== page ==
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versión impresa ISSN 1130-0108
Rev. esp. enferm. dig. vol.103 no.2 Madrid feb. 2011
Five-year follow-up of patients with chronic C hepatitis and sustained virological response
Seguimiento a 5 años de pacientes con hepatitis crónica C y respuesta viral sostenida
I. Puig-del-Castillo1, M. Miquel-Planas1,2, M. Vergara-Gómez1,2, A. Cebollero-Agustí3, M. Gallach-Montero1, B. Dalmau-Obrador1,2, M. Gil-Prades1,2, M. Casas-Rodrigo1, J. Sánchez-Delgado1,2, R. Tomás-Tutusaus3 and A. Gavarró-Puig3
1Digestive Diseases Unit. Hospital de Sabadell. Institut Universitari Parc Taulí. Department of Medicine. Universitat Autònoma de Barcelona. Sabadell. Spain.
2CIBERehd. Instituto Carlos III.
3UDIAT. Corporació Sanitària Parc Tauli. Barcelona, Spain
Objective: to assess persistence of sustained viral response at 5 years of follow-up in patients with chronic viral hepatitis C treated with pegylated interferon and ribavirin.
Design: a descriptive study.
Patients: from August 2001 to May 2004, all patients treated at our center with pegylated interferon and ribavirin who achieved a sustained viral response were consecutively enrolled (93 patients). Demographic, histological, biochemical, and virological data were collected during treatment and 5 years after achievement of the sustained viral response. Eighty-six percent of patients enrolled (n = 80) attended the control visit at 5 years.
Results: mean age of enrolled patients was 41 years (standard deviation = 10 years), and 30.1% (n = 28) were women. Liver biopsy had been performed before treatment in 68.8% of patients (n = 64), showing no or mild fibrosis in 62.3% (F0 and F1) and significant fibrosis and cirrhosis in 37.7% (F ≥ 3). Genotype distribution was: 58.1% genotype 1 (n = 54); 8.6% genotype 2 (n = 8); 24.7% genotype 3 (n = 23); 7.5% genotype 4 (n = 7), and indeterminate in one patient. Only one patient experienced virological recurrence. All other patients had negative HCV RNA levels and, in the absence of other liver diseases, normal ALT levels.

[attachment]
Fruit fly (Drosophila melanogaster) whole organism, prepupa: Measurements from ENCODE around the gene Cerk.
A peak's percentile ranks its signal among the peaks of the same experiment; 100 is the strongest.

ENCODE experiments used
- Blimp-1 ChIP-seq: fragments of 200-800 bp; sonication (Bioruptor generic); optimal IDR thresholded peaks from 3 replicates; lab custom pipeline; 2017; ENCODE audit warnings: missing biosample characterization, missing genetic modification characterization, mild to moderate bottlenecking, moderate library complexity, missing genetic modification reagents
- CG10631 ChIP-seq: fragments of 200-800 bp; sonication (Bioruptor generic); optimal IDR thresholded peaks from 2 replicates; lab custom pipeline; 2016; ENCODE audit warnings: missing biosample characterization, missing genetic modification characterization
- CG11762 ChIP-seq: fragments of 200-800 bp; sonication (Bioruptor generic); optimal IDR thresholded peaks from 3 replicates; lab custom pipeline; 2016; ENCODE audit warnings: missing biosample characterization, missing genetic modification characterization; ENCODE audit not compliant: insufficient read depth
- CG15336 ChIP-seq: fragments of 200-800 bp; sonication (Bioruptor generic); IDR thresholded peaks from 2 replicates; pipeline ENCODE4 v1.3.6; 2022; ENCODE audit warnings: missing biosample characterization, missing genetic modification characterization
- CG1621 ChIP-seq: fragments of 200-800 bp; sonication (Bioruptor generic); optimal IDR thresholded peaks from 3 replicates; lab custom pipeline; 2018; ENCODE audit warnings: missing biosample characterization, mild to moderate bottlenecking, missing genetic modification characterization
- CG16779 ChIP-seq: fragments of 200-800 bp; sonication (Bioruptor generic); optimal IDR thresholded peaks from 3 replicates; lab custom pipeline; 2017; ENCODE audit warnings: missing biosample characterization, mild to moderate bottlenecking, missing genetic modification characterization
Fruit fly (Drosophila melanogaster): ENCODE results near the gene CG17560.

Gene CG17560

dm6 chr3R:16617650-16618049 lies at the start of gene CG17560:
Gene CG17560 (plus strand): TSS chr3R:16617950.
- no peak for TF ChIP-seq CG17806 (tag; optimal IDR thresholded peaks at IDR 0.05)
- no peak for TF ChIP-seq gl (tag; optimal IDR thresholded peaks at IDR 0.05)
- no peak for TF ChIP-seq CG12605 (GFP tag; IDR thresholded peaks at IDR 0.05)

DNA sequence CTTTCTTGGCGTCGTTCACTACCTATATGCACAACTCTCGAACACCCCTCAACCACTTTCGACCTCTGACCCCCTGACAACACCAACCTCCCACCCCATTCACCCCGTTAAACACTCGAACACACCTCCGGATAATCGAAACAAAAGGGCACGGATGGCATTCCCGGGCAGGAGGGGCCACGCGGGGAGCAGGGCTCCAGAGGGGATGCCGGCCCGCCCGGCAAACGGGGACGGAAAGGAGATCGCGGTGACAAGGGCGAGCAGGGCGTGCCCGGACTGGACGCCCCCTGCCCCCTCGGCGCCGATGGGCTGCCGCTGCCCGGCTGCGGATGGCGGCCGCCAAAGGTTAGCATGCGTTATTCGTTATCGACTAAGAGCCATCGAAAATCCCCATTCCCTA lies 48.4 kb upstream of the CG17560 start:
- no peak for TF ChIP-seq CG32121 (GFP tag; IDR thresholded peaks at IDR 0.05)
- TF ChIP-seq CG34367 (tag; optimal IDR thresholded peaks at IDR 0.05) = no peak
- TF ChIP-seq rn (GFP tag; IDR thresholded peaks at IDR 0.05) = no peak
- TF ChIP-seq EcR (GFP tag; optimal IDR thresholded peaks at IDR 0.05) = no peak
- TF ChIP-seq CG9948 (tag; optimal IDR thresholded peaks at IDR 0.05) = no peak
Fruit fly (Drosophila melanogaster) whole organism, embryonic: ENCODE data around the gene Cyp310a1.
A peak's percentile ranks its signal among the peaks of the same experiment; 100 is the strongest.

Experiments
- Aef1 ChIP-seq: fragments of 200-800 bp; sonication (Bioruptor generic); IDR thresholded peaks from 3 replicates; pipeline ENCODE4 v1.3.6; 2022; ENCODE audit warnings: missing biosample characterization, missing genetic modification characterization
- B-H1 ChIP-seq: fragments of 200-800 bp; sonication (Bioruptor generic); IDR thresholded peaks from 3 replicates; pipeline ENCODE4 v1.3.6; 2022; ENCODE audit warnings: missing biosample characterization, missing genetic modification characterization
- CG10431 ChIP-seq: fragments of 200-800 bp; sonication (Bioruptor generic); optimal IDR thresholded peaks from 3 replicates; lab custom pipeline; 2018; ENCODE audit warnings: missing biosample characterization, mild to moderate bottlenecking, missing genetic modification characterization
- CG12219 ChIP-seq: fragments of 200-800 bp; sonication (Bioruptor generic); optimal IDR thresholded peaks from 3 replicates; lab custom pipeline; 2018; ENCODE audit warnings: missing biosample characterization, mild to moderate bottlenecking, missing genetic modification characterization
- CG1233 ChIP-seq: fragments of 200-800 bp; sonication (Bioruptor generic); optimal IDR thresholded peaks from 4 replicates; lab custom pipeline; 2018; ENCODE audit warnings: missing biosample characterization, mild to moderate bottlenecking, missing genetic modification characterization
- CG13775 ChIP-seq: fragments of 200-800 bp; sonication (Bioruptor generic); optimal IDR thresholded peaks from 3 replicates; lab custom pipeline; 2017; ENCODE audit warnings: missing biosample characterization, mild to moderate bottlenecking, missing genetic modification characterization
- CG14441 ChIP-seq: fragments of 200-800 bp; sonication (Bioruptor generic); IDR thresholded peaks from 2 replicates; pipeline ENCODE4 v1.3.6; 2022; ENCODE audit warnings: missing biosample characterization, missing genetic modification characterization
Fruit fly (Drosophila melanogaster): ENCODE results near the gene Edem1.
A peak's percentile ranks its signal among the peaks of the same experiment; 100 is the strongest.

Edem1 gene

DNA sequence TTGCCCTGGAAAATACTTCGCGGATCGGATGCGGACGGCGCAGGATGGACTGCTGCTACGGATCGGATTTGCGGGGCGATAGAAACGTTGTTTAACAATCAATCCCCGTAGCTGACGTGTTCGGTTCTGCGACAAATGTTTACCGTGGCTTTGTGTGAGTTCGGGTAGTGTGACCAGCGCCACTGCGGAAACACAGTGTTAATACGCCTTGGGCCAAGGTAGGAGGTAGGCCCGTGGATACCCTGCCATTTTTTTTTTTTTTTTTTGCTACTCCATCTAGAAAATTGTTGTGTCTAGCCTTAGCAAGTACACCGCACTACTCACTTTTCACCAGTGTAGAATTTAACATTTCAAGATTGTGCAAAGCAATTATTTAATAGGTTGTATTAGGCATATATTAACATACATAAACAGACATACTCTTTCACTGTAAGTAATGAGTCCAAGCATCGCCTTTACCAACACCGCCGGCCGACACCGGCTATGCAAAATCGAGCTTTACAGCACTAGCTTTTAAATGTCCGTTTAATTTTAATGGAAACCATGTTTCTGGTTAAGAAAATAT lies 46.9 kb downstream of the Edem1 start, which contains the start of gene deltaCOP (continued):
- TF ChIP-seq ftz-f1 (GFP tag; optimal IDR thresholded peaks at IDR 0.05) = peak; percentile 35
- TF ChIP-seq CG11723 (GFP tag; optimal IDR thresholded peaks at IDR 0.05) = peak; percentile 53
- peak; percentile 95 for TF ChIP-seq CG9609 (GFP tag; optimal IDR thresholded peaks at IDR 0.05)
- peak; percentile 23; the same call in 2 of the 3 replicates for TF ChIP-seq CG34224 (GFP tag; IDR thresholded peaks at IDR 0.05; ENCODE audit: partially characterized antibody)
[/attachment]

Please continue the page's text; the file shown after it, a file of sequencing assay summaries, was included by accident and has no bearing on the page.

Conclusion: in patients treated with pegylated interferon and ribavirin with sustained viral response, long-term recurrence rate was very low.
Key words: Chronic C hepatitis. Pegylated interferon alfa-2a. Pegylated interferon alfa-2b. Ribavirin.
Objetivo: evaluar la persistencia de respuesta viral sostenida a los 5 años de seguimiento en pacientes con hepatitis crónica por virus C tratados con interferón pegilado y ribavirina.
Diseño: estudio descriptivo.
Pacientes: desde agosto de 2001 hasta mayo de 2004, se incluyeron de forma consecutiva todos los pacientes de nuestro centro tratados con interferón pegilado y ribavirina que alcanzaron respuesta viral sostenida (93 pacientes). Se recogieron datos demográficos, histológicos, bioquímicos y virológicos durante el tratamiento y a los 5 años de haber obtenido la respuesta viral sostenida. Se presentaron a la visita de control a los 5 años un 86% de los pacientes incluidos (n = 80).
Resultados: los pacientes incluidos presentaron una edad media de 41 años (desviación estándar = 10 años); mujeres 30,1% (n = 28). En el 68,8% de los pacientes (n=64) se había realizado biopsia hepática previa al tratamiento, que mostraba ausencia de fibrosis o fibrosis leve en un 62,3% (F0 y F1) y fibrosis significativa o cirrosis en un 37,7% (F≥3). La distribución por genotipos fue: 58,1% genotipo 1 (n = 54); 8,6% genotipo 2 (n = 8); 24,7% genotipo 3 (n = 23); 7,5% genotipo 4 (n = 7) e indeterminado en un caso. Sólo uno de los pacientes presentó recurrencia virológica. El resto de pacientes presentaron niveles de ARN-VHC negativo y, en ausencia de otra hepatopatía, niveles de ALT normales.
Conclusión: en pacientes tratados con interferón pegilado y ribavirina con respuesta viral sostenida la tasa de recurrencia a largo plazo es muy baja.
Palabras clave: Hepatitis crónica C. Interferón pegilado alfa-2a. Interferón pegilado alfa-2b. Ribavirina.